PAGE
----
I recently received a newsletter from the St Paul Area Council of Churches... with a great article about Generosity! I thought I'd share some pieces of it with you:
"I have always been impressed and moved by the generosity of American Indians...
"When my friend Steve Charleston was elected Bishop of Alaska, Minnesota Episcopalians had a celebration at our diocesan convention. In thanks, Steve gave a gift to everyone who was there.
"Across from the receptionist's desk at the St. Paul Area Council of Churches is a beautiful print by Sam English entitled, 'The Give Away.' It depicts American Indians sharing what they have with an unseen other.
"I come from the Pacific Northwest where there is a strong potlatch tradition among the indigenous tribes. They would use the potlatch celebration as a way to offer thanks for their bounty and to share what they had with other tribes.
"Generosity is a profound American Indian virtue across the United States and Canada: you share what you have with those who have not so much, knowing the day may come when you may have little. Generosity spreads the wealth, helps to overcome poverty, builds trust, and creates friendship.
"I recently attended the First Peoples Fund Community Spirit Awards. These awards honor American Indian artists for their art, but not as individuals. Instead they are honored for how they have shared their gifts with the community and enriched the life of their community. That's why they are called "community spirit" awards. As I sat in the audience watching and listening to the work of these artists, I thought about the differences between a community-based society and an individualistic and materialistic society.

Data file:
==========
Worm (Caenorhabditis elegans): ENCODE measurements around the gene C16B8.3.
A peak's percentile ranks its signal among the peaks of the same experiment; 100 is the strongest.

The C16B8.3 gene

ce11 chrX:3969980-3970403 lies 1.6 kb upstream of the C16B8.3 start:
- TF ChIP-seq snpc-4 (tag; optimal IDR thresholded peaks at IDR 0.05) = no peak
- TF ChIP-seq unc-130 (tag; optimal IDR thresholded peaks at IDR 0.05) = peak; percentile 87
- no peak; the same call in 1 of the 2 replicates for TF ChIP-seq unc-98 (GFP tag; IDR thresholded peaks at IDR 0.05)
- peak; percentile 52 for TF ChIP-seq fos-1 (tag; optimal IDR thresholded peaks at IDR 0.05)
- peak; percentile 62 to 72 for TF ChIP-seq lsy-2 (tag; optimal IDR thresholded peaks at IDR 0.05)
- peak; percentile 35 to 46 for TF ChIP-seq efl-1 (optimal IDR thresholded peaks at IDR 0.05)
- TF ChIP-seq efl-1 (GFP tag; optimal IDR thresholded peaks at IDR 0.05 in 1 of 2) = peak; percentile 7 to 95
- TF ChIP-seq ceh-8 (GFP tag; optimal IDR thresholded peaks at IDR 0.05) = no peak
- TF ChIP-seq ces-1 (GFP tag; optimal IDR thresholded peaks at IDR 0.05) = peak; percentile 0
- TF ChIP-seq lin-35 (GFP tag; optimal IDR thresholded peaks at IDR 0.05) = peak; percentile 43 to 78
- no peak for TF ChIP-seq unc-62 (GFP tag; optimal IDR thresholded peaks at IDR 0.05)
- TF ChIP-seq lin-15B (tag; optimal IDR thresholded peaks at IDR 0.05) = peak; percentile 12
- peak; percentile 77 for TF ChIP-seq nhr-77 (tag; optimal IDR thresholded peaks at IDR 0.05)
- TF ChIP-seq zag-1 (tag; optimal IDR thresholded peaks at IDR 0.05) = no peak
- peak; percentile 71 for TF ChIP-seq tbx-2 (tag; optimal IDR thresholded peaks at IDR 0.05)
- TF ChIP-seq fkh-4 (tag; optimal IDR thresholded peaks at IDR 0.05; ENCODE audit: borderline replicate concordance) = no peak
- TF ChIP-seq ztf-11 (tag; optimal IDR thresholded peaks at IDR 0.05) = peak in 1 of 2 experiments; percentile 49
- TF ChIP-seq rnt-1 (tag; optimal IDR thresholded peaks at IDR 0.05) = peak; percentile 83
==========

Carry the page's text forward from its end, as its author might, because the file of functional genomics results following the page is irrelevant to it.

"...Are we really richer if a few have way more than enough and too many have nowhere near enough? Are we really richer if every individual has to get his or her own, instead of sharing with one another? Am I really more important than my community? Did I really get to where I am today all on my own?
"...Though the secular culture tends to reinforce getting over giving, the material over the spiritual, and the individuals over the community, there remains a strong community spirit in Minnesota. We need to continue to nurture that community spirit. It is the better spirit of America... It was the spirit that helped my ancestors survive in Eastern Oregon. It is the spirit that will keep Minnesota strong. It is the spirit that can bring us together across barriers that divide us. We are our brother's and sister's keeper. We need one another, if we really want to prosper as a community.
"Generosity goes beyond being liberal in sharing of material resources, there is also a spiritual generosity captured in this definition: 'freedom from pettiness in mind and character; noble-minded; magnanimous; unprejudiced.' Generosity is about character. It is a way of being together. It is about people who believe, as Senator Paul Wellstone used to say, 'We are all better off when we are all better off.' This is not about suppressing the individual. Quite the contrary. It is about nurturing every person to become as successful as possible and, at the same time, nurturing in every person a desire to share her or his gifts and prosperity with others."
--A Note form Grant, St. Paul Area Council of Churches
(When we were at Rosebud Reservation last summer, I had a delightful conversation with a Native American woman about celebrating her new great-grandson with a potlatch ceremony! So cool to know that this little lady (who didn't have much) was ready to celebrate this new life by giving to others! What a great tradition...)
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